Set against the backdrop of Silver Jubilee of Elizabeth II, the play depicts a single mother's struggles as welfare cuts affect the poor and disabled. The derogatory term 'spongers' is used by British tabloid press to describe people who are dependent on welfare support, however the play presents the case of a family who really need the help of welfare support. The title sequence shows the title of the play, 'The Spongers', superimposed over a picture of Queen Elizabeth II and Prince Philip, Duke of Edinburgh, denoting them as 'the real spongers' as Royal finances are paid by British taxpayers.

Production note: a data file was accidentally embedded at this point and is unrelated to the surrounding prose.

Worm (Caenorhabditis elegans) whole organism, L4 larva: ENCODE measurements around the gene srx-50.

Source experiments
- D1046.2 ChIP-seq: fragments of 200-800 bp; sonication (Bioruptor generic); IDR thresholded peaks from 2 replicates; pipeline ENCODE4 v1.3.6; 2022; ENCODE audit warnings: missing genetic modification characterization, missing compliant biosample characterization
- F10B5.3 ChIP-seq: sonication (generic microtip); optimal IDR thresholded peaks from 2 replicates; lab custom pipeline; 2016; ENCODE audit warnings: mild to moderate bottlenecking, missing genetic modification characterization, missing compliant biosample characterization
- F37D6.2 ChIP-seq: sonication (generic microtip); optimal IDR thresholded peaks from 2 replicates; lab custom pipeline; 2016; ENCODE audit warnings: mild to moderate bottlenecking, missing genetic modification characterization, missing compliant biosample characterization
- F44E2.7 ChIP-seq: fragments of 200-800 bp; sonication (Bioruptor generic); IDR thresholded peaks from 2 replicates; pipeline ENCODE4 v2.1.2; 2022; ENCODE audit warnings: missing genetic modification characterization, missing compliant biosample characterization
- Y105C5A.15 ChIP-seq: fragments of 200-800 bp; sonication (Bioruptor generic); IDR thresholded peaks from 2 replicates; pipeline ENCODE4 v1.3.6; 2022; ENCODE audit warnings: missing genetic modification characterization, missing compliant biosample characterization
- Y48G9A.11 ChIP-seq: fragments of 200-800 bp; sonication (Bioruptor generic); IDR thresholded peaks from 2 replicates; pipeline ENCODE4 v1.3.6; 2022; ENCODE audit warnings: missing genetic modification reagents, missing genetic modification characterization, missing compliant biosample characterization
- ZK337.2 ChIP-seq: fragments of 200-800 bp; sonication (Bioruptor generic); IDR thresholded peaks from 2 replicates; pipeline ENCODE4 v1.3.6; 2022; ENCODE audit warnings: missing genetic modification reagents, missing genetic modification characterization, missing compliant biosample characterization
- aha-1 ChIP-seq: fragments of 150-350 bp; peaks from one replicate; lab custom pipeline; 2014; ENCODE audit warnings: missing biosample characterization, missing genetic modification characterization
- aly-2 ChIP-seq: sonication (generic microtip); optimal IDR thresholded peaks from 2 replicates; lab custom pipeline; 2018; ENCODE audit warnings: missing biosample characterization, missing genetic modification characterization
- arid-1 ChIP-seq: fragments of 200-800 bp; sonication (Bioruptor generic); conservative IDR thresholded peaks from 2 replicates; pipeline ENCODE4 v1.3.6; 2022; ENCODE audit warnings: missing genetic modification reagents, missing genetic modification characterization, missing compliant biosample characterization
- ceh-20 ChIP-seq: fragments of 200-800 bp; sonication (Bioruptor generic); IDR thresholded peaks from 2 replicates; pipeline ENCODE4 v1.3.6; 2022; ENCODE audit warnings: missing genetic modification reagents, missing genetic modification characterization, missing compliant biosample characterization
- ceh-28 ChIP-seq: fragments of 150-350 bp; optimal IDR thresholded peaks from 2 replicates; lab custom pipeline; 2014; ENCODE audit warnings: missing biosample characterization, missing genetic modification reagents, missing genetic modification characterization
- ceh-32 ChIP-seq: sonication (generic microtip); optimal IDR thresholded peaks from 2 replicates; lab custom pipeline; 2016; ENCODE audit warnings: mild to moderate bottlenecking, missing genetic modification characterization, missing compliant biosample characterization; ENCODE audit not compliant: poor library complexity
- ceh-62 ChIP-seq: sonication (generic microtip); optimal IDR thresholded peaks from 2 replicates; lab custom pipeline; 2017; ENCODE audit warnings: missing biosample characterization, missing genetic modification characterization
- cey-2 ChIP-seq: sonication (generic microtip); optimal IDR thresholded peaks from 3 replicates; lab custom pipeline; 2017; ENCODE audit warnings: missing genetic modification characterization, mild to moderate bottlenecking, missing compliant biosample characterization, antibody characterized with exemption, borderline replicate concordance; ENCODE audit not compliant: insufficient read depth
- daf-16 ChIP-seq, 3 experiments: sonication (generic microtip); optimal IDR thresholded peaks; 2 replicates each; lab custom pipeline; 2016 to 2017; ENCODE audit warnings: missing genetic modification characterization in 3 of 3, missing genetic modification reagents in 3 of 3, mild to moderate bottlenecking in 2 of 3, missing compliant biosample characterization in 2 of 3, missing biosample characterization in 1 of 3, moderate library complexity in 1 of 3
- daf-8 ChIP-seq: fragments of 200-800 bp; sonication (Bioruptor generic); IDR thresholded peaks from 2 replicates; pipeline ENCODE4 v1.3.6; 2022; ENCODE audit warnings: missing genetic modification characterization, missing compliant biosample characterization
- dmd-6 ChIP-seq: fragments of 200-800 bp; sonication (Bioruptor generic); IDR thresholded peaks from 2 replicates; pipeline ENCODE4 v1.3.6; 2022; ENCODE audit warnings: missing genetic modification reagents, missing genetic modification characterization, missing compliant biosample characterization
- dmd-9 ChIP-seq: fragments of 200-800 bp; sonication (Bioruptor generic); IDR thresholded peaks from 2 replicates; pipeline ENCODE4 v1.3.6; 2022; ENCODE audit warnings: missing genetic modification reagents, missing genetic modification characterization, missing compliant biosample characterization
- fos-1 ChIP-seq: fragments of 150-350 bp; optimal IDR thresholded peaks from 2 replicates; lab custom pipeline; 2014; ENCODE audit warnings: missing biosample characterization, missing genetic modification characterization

Homage to Ingmar Bergman in this family drama involving a fashionable Long Island interior designer who tries to impose her overbearing, critical standards on her husband and her three grown daughters.
Hattie (Susan Sarandon), a New Orleans hooker, meets a photographer named Bellocq (Keith Carradine) at her brothel one night and, after he photographs her, he befriends her 12-year-old daughter, Violet (Brooke Shields).
The first remake of the paranoid infiltration classic moves the setting for the invasion, from a small town to the city of San Francisco and starts as Matthew Bennell notices that several of his friends are complaining that their close relatives are in some way different.